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Agogô with mallets

Agogô ( Yoruba language ) is a surcharge idiophone in the music of the Yoruba , Igala and Edo in Nigeria , which consists of two oblong-conical metal bells without a clapper , connected by a bracket . From Nigeria, the agogô made its way to South America with African slaves in Brazilian and Cuban music .

The two bells are of different sizes and pitches and are struck with a short stick. The tone interval of the two overtone-rich bells is tuned as a third , fourth or fifth , depending on the processing of the instrument . The agogô is struck with a stick made of wood, more rarely of metal. Another percussive sound can be created by pressing the two bells against each other while playing.

The percussion instrument is mainly played in samba , capoeira and afoxé . The agogô plays a linha rítmica , a rhythmic line comparable to the clave . In contrast to this, however, the basic pattern is often played around, while in Candomblé music a cowbell (called or gonguê ) plays a real clave.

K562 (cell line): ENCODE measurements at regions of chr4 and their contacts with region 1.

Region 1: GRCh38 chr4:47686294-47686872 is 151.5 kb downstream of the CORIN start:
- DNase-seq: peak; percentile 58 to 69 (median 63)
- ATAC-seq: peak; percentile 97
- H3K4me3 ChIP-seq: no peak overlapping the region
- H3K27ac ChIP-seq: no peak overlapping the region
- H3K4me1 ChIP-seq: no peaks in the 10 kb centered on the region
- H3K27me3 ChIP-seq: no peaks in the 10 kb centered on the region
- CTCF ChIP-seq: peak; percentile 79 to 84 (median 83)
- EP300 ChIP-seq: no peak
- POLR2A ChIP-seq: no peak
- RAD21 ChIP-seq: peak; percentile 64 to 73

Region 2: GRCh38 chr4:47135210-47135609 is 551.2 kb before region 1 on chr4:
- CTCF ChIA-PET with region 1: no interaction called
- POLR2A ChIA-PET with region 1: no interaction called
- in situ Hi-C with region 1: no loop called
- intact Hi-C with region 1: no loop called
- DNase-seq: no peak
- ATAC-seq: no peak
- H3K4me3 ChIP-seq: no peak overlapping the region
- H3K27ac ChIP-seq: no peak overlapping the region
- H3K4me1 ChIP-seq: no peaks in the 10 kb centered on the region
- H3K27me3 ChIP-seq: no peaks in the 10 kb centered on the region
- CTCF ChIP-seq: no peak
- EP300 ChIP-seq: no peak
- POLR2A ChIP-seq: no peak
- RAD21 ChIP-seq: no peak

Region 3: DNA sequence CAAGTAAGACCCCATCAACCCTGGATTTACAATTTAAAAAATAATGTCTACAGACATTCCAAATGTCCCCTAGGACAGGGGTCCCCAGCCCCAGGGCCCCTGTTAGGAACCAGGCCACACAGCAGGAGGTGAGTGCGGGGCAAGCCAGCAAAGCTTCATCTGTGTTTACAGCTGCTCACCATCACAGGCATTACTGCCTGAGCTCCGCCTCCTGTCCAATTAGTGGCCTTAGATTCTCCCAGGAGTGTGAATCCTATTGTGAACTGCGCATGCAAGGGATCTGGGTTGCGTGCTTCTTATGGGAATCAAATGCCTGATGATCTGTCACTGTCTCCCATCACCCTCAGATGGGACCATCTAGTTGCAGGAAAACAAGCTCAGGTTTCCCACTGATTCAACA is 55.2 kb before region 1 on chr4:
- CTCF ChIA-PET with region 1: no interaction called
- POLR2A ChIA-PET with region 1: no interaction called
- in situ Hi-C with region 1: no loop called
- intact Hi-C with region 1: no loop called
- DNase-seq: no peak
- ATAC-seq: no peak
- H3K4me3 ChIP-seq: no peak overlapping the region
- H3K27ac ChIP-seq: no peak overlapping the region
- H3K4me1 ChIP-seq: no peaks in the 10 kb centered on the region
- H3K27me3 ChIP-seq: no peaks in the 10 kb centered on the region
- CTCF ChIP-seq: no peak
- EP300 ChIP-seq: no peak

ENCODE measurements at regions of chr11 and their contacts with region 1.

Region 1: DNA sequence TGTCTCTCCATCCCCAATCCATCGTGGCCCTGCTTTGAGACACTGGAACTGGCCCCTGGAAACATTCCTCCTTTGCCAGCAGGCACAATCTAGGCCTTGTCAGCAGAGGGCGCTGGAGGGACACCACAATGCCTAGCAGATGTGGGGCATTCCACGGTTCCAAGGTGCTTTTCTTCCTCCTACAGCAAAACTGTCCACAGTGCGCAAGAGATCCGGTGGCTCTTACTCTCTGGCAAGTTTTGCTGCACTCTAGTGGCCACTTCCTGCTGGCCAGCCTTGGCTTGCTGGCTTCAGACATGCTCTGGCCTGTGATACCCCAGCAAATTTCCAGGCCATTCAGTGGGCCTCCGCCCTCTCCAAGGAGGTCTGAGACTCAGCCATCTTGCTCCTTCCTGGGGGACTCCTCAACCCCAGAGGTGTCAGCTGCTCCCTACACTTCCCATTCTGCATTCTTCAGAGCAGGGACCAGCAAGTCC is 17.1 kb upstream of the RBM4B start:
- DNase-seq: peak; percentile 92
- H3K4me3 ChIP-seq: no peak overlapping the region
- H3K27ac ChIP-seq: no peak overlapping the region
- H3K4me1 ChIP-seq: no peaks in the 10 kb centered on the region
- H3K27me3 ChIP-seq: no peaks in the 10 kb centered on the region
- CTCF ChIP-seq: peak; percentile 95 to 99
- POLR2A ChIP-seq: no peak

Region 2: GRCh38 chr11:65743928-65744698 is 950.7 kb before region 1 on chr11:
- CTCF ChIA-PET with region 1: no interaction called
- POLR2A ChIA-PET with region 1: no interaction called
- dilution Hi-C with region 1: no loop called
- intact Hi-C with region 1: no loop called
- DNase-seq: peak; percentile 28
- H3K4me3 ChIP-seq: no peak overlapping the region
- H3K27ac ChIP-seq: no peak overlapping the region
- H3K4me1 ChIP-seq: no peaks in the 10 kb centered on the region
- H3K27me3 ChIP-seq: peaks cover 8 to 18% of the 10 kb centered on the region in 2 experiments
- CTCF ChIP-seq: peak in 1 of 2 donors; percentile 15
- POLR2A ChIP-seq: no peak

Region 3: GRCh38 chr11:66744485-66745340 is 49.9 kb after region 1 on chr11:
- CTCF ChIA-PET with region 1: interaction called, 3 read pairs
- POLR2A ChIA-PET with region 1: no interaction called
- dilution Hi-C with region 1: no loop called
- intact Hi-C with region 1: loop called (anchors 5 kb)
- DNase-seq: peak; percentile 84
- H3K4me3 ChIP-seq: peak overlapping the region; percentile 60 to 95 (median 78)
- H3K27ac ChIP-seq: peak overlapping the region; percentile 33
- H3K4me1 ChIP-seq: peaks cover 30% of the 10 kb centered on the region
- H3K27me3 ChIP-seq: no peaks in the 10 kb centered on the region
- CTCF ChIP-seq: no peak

The agogô is of African origin and was brought to South America by the Yoruba . Also in other languages ​​in Nigeria the instrument is called agogo , with the Bantus ( Congo ) ngonge , which means “time” and “attention!”. Another African double bell connected by a stem is the gankogui . A variant of the agogô is the wooden agogô made of wood.


  • KA Gourley, John M. Schechter, Amanda Villepastour, Alice L. Satomi: Agogo. In: Laurence Libin (Ed.): The Grove Dictionary of Musical Instruments . Vol. 1, Oxford University Press, Oxford / New York 2014, p. 54
  • Töm Klöwer: The worlds of drums and sound instruments. 3. Edition. Binkey Kok, Havelte 1999, ISBN 90-74597-24-6 , pp. 62f.
  • Dudu Tucci, Tiago de Oliveira Pinto: Samba and Sambistas in Brazil. Noetzel, Wilhelmshaven 1992, ISBN 3-7959-0619-9 , pp. 73-76

Web links

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